Want to Build an App? Try This Instead

Do you really need an *app*?

By “app,” I mean a program that you download onto your phone (or tablet) from the Apple/Google Store.

Three Types of Apps

There are 3 approaches to take in building an app:

100% Native

You’ll write code that is “native” to each operating system. You’ll need one for Android (Google) and one for iOS (Apple). You’re basically building two apps, so that could hypothetically double the time and money.


Use a single coding language that can compile (i.e. create) the “native” version for the respective platform.

  • Con: Extra processing involved that converts the code. May be a little slower as there’s more going on behind-the-scenes that does the converting of non-native code into native code.

Website in an App Shell

I do not recommend this approach, but mentioning it for completeness.

Another option: make a website, not an app

Alternatively you can build a website, and not have it in an “app shell”. It would just be a regular website that people access from their browser.

Advantages of a website vs a “native app”

A lot of developers, myself included, are already familiar with making websites (or “web applications”). This could potentially be cheaper and faster. More specifically, it may be easier (and cheaper) to find a web developer than find a (native) mobile app developer.

Disadvantages of a website vs a “native app”

Sometimes you need the functionality of a phone:

  • Do you need to take a picture with the user’s phone?
  • Do you need GPS functionality?
  • Do you need gyroscope capability (i.e. physically tilt your phone and something happens)?

The Review Board: Prepare For Headaches

The biggest difference (advantage? disadvantage? ) is a website won’t be accessible from the Apple/Google App Stores. Eventually you’ll want it in there if it gains popularity, but if you can delay this- for the purpose of creating the MVP- you’re better off.

Apple Hates Developers

It seems like every time I go to publish an app to Apple, something goes wrong. There’s usually some sort of “required software upgrade,” be it in the version of the software used to submit to the App Store, my operating system, or something else.

Apple Loves Users

The app store submission process is rather rigorous. Apple wants its users to have a pleasurable experience, and will nit-pick at everything (as they should)!

Google Loves Everyone

To date, I have not had any issues with uploading my app to the Google Play Store nor having rejection issues.

What Will It Cost?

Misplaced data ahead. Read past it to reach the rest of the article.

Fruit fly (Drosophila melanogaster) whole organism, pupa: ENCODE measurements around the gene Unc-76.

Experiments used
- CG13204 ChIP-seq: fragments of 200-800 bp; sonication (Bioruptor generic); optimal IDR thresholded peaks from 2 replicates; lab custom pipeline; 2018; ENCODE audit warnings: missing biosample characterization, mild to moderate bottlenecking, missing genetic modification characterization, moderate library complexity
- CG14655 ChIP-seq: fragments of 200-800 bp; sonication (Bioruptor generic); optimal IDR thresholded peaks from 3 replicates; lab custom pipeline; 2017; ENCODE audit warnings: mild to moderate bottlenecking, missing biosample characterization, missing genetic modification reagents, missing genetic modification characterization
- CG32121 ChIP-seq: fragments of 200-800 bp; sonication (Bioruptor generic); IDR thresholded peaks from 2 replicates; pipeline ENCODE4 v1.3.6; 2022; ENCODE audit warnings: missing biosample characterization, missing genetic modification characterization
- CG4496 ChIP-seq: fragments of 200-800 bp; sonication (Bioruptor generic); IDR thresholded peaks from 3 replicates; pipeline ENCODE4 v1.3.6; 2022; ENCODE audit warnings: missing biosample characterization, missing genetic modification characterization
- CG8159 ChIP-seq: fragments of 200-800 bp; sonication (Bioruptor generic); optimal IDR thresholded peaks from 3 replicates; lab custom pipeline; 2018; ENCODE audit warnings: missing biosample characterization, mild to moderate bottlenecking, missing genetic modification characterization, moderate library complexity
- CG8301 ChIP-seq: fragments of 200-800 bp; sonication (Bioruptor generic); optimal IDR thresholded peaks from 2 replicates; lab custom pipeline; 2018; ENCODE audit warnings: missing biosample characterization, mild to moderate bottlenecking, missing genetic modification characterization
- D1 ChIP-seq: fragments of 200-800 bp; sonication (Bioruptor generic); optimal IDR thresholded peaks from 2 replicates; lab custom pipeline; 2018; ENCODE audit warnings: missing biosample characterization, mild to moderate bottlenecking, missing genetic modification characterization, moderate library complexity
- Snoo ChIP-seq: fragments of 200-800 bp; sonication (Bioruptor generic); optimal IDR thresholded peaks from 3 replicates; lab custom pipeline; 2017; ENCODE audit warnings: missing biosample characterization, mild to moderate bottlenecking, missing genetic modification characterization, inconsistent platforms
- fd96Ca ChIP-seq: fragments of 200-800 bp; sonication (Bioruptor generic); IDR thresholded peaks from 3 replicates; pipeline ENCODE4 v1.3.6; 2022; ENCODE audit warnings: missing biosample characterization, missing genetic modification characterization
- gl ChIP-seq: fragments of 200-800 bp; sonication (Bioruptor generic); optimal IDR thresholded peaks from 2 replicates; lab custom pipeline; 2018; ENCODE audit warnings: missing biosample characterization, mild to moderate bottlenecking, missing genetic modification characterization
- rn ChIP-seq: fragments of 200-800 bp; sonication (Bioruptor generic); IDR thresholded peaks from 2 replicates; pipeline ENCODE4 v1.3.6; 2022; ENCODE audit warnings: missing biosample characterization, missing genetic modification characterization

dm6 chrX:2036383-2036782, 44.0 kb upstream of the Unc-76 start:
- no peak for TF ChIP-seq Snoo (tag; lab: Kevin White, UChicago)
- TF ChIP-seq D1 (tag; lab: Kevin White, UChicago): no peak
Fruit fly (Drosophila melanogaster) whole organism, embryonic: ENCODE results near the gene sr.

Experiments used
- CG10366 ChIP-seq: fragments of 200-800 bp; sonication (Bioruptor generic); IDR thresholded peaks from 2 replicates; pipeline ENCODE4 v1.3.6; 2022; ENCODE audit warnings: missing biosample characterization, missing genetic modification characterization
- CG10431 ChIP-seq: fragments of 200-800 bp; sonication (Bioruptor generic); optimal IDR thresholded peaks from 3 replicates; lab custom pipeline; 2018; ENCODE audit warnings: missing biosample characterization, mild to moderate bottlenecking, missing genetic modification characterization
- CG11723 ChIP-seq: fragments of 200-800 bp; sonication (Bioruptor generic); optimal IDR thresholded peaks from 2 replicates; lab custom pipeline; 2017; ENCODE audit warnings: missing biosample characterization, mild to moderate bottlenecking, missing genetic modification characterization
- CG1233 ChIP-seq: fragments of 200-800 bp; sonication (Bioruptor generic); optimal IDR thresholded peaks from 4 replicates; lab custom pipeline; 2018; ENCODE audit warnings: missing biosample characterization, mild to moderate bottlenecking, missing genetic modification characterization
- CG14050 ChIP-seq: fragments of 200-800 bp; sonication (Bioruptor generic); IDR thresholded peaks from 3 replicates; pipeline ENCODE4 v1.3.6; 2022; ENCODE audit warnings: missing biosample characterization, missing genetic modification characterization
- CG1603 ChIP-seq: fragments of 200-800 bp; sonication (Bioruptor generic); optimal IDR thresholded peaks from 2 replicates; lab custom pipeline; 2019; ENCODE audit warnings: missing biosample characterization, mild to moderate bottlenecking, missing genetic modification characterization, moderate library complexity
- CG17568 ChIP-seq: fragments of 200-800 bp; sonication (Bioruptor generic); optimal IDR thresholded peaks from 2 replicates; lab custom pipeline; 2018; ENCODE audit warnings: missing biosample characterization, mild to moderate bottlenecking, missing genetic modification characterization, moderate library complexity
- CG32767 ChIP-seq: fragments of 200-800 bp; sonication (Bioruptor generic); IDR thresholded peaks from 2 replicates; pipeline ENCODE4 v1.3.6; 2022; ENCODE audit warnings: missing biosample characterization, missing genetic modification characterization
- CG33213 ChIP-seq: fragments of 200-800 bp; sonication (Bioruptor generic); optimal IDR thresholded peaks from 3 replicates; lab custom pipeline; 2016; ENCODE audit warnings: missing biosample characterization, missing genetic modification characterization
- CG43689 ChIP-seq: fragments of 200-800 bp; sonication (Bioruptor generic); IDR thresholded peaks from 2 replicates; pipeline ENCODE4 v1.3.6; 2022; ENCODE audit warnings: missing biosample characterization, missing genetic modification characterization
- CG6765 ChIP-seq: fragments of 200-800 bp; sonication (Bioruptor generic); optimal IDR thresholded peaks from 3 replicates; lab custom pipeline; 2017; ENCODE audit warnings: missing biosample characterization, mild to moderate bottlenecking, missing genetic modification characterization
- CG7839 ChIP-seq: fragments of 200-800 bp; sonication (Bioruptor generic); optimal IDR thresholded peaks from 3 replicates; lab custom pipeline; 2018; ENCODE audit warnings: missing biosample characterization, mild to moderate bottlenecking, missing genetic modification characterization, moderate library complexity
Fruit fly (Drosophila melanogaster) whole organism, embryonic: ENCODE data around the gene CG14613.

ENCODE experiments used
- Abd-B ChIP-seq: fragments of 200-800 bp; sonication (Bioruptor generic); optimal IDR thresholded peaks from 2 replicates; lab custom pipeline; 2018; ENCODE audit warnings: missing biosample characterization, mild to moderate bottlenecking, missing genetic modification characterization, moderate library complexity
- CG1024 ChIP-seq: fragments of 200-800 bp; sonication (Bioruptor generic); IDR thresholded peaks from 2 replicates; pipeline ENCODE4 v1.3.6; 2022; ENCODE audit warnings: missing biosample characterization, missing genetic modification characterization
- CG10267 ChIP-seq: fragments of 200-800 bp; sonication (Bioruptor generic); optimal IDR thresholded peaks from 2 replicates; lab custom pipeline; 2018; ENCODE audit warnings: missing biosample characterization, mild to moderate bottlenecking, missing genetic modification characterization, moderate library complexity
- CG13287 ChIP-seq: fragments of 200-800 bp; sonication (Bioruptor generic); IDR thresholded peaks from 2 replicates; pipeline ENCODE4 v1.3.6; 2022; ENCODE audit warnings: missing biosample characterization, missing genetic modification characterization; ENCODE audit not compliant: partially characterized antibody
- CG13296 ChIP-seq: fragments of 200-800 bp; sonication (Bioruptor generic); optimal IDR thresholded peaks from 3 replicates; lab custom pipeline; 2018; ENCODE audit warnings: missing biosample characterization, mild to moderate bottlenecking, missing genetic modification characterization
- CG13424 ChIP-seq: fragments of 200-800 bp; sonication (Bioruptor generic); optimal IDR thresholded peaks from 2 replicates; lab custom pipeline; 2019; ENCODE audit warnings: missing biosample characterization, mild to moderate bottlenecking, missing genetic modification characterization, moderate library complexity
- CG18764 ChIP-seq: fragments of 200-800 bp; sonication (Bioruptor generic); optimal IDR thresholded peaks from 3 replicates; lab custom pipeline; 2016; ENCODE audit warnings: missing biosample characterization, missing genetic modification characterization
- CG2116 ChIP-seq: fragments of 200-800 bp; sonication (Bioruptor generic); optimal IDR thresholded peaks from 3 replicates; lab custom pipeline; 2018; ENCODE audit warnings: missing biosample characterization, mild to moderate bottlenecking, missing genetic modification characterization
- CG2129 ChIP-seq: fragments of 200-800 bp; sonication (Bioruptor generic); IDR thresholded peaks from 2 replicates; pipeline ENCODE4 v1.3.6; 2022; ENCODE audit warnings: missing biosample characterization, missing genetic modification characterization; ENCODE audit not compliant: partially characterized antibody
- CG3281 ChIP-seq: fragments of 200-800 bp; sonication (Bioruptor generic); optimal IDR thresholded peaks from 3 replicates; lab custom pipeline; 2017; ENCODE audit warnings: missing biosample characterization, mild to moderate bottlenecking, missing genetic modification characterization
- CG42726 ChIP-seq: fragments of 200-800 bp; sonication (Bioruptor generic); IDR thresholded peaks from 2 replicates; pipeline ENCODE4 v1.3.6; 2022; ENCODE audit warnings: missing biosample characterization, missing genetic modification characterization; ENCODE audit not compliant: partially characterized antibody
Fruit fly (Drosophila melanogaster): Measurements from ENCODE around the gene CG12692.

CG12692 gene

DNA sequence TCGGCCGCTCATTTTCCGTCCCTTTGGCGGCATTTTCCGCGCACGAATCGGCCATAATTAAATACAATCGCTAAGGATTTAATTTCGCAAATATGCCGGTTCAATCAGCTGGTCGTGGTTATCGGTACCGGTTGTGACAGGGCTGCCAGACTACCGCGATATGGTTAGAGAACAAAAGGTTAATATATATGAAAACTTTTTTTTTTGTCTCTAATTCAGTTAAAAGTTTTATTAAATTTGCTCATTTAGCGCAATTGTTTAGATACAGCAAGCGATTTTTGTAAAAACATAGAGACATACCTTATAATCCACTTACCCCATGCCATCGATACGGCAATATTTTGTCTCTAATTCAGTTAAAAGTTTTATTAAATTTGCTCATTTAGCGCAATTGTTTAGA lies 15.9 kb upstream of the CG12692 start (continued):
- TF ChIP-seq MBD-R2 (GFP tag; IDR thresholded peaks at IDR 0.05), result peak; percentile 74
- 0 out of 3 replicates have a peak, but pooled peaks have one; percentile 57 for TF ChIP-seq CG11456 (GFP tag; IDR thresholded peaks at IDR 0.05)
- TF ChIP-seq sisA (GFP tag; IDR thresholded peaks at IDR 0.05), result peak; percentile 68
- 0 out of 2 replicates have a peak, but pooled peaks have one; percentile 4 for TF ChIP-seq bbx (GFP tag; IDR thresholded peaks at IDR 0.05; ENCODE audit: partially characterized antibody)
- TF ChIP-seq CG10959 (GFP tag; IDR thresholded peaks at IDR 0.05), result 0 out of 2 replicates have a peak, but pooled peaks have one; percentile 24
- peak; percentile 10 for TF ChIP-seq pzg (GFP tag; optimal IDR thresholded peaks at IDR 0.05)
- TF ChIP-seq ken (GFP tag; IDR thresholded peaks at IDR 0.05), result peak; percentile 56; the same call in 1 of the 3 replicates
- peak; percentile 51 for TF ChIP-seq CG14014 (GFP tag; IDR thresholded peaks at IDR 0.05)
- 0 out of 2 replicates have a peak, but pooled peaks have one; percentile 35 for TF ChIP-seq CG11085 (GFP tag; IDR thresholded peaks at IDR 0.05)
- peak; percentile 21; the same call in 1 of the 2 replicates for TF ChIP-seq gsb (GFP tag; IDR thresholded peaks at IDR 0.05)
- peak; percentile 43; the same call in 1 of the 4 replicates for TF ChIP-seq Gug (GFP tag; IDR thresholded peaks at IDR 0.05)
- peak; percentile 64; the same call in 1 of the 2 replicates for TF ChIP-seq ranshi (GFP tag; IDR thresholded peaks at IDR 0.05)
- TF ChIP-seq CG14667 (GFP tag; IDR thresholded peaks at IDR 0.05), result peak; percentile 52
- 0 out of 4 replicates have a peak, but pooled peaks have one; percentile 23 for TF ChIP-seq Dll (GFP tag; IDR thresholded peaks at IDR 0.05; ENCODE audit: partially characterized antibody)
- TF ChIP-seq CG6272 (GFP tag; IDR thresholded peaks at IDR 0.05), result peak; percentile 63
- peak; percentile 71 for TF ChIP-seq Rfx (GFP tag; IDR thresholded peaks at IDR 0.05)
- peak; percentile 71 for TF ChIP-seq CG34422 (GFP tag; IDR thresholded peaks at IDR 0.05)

Website Fees: Domain

If you want a custom domain (ex. yourapp.com) then it’ll cost ~$10/year.

Website Fees: Hosting

You need somewhere for the public to access your app. You won’t want to use your computer for this, so it’s better to hire a company to use their servers.

App Costs

To have your app listed in the App Store, that costs money.

  • Apple charges an annual fee of $100

Paying For Technical Services

If you need to hire someone to perform a technical service (ex. coding), it could potentially cost hundreds or thousands of dollars. It depends on what you need done / the complexity of what you’re trying to build. It’s not uncommon for people to charge $50/hour, $100/hour, or even more!

Share The Wealth: A Requirement

If your app costs money for the initial download or has a subscription platform that users are consistently paying you a monthly fee, Google and Apple will take a cut of your profits.

Enough about websites: I want a native app 📱

No problem, just be aware of what’s involved. You’ll most likely need to make an app for both Android (Google) and iOS (Apple). Unfortunately the code for each of those is different; you’ll need to hire two coders (or someone that is familiar with both programming languages).


If you’re starting a business that requires an app, consider having the MVP be a website instead. It may be quicker and more cost effective.

Pros of making a website instead of a native app

  • Potentially quicker/cheaper to build
  • No need for approval to be listed in the App Store

Cons of making a website instead of a native app

  • People want an “app”. They want to download something from their respective App Store. They don’t want to manually create a shortcut for their home screen.
  • Unless you use something like NativeScript or React Native, you’ll have to build two apps: one for Google and one for Apple. This will potentially add to the time and cost it will take to build.
  • There’s some functionality (ex. swiping) that performs much better if native.